This Thursday marks one week that I’ve been in the Oak Hill house and not surprisingly a week of trial and error, discovery, realizations and not more than a couple of small disappointments that will no doubt mellow out in time. Inside, the rooms continue to be much of a jumble apart from the bedroom, the living room still in-progress and the guest room a heap of books, boxes and files I am reluctant to face. Of course, I’ve lost things that don’t turn up no matter how thoroughly I search, the arrangement of kitchen drawers and cabinets is not to my liking and fourteen paintings still wait to be hung, their places on the walls not yet clear in my mind. Apart from cooking, showering, sleeping and watching television on some evenings, most of my hours are spent either on the back porch or sitting in the yard.
The biggest and most pleasant surprise has been the screened back porch where I am happy to sit for hours reading or watching the cardinals—three families at least—and the often mischievous squirrels, all of them no more than ten feet from my chair. Imagine a cool shaded spot free of mosquitoes and other bothersome insects offering a panorama of two dozen oak trees hung with Spanish moss, and now a regular setting for lunch each day. Later in the afternoon I prefer sitting out in the yard to better enjoy the play of light filtering through trees all around me. Don’t think I have ever fully appreciated the countless facets and voices of the passing day in a rural setting.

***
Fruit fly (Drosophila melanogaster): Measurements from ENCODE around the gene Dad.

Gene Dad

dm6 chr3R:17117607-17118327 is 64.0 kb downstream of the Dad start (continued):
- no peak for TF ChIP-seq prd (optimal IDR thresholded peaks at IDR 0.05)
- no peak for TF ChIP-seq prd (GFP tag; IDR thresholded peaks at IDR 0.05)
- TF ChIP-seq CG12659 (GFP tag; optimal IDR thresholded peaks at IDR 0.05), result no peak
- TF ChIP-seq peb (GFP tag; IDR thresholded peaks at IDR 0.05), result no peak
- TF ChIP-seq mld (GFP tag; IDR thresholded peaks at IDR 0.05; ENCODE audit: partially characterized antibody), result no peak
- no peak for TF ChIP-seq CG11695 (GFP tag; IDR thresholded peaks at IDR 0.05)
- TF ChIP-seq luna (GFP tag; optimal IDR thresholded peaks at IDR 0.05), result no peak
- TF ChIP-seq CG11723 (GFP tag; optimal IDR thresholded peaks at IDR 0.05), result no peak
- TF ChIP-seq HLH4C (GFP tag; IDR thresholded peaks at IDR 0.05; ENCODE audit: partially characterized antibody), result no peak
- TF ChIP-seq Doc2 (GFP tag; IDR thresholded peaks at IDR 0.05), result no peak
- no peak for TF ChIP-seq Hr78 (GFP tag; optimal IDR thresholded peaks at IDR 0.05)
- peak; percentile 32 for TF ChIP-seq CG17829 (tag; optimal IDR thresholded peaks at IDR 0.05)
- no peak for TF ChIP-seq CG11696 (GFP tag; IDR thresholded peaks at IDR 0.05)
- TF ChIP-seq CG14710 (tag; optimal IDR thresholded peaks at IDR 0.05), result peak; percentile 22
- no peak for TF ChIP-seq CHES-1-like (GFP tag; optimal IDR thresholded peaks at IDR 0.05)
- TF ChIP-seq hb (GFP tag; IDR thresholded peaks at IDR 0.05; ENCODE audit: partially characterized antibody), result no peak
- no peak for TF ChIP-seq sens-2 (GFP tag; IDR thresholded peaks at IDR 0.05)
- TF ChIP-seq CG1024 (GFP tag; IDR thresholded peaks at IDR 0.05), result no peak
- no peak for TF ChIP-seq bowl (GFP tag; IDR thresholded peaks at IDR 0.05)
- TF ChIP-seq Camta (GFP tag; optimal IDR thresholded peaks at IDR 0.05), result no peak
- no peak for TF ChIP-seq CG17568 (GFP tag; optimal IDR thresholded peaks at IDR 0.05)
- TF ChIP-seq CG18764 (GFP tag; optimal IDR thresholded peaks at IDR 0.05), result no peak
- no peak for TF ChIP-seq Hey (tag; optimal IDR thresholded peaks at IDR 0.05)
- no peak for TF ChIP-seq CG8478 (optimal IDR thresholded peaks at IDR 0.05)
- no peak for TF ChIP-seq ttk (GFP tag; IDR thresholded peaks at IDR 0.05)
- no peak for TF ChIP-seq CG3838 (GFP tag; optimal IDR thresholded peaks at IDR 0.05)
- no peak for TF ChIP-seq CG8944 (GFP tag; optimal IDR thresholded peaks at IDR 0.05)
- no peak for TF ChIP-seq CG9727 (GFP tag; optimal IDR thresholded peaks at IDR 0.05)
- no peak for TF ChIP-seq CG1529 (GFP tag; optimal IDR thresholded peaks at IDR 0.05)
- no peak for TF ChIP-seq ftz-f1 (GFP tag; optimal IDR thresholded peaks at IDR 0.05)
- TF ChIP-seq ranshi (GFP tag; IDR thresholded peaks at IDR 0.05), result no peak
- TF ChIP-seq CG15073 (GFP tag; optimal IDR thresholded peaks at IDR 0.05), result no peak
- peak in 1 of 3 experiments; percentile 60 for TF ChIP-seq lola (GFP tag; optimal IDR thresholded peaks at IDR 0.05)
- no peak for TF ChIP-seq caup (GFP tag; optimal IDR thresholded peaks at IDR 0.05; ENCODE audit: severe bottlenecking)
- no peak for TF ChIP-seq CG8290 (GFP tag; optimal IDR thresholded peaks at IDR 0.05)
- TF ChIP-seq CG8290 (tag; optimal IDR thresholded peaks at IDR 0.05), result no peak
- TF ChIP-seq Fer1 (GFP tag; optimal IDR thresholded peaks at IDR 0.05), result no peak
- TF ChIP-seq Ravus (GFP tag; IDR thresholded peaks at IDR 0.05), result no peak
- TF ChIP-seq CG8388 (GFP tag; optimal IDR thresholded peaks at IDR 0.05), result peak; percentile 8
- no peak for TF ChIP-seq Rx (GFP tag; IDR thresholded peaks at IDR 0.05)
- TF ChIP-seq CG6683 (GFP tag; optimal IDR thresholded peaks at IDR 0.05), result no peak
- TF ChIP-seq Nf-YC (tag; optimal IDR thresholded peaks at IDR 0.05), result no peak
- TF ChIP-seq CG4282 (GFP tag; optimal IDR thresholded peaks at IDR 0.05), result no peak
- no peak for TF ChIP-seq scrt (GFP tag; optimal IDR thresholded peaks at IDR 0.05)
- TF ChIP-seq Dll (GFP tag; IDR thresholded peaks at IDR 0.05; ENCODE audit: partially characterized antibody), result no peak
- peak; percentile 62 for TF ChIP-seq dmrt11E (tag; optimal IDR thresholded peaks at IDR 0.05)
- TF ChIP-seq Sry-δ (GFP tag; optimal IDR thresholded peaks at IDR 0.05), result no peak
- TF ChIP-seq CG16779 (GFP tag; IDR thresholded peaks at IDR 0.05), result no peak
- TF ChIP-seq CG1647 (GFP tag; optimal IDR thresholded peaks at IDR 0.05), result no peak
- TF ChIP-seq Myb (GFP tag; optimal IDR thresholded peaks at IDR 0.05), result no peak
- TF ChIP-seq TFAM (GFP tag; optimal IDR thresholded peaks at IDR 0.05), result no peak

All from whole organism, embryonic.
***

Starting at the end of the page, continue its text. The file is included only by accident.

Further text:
One of the problems, and it isn’t really, is the nasty smell and taste of the well water. It comes out slightly greenish brown reeking of iron but smelling like first cousin to a fart. Undrinkable to me, though I suppose some do eventually get used to it. I rely completely on bottled water and bags of ice from the store. Brushing my teeth with the well water is bearable, but only just. Somehow, showering in the water doesn’t bother me at all. The shower is much better than the one I used for so long at the beach and being from a well in my yard, the water is free. Something to get accustomed to.
My iPhone won’t work in the house, so I either miss calls or run outside when it rings. Looks like the only alternative is to change providers, not something I want to do, but Sprint has no solution. It wouldn’t be all that bad switching to AT&T if it weren’t for the need of buying a new AT&T compatible iPhone. They tell me the architecture is different on a Sprint iPhone and an AT&T iPhone. Sounds like a good deal for Apple, forcing customers to buy a new iPhone when a problem arises with the provider.
My neighbor gave me a treadmill the other day, one in perfect working order that he didn’t want any longer and was taking to Good Will until I showed interest. Living at the beach I walked almost daily and since coming to the country have wondered how to manage the same walking exercise. Somehow, walking on a dusty dirt road in the hot sun, doesn’t sound like a fair tradeoff for a walk on the beach. For the past two days I have used the treadmill set up on the back porch and it’s a good substitute. While walking I look out at the redbirds flitting about, some of them coming to within arm’s reach of the screen. Only thing missing is the suntan.
The male… and the female
I tell myself it is time to establish a routine of sorts for this new life where quiet is all pervading and where it is easy to be lulled into comfortable torpor. At least three writing projects lay waiting for my return and I know this is something where momentum is vital. One day soon I will have to turn away from the verdant wanderings that now hold me in thrall and get back to scribbling.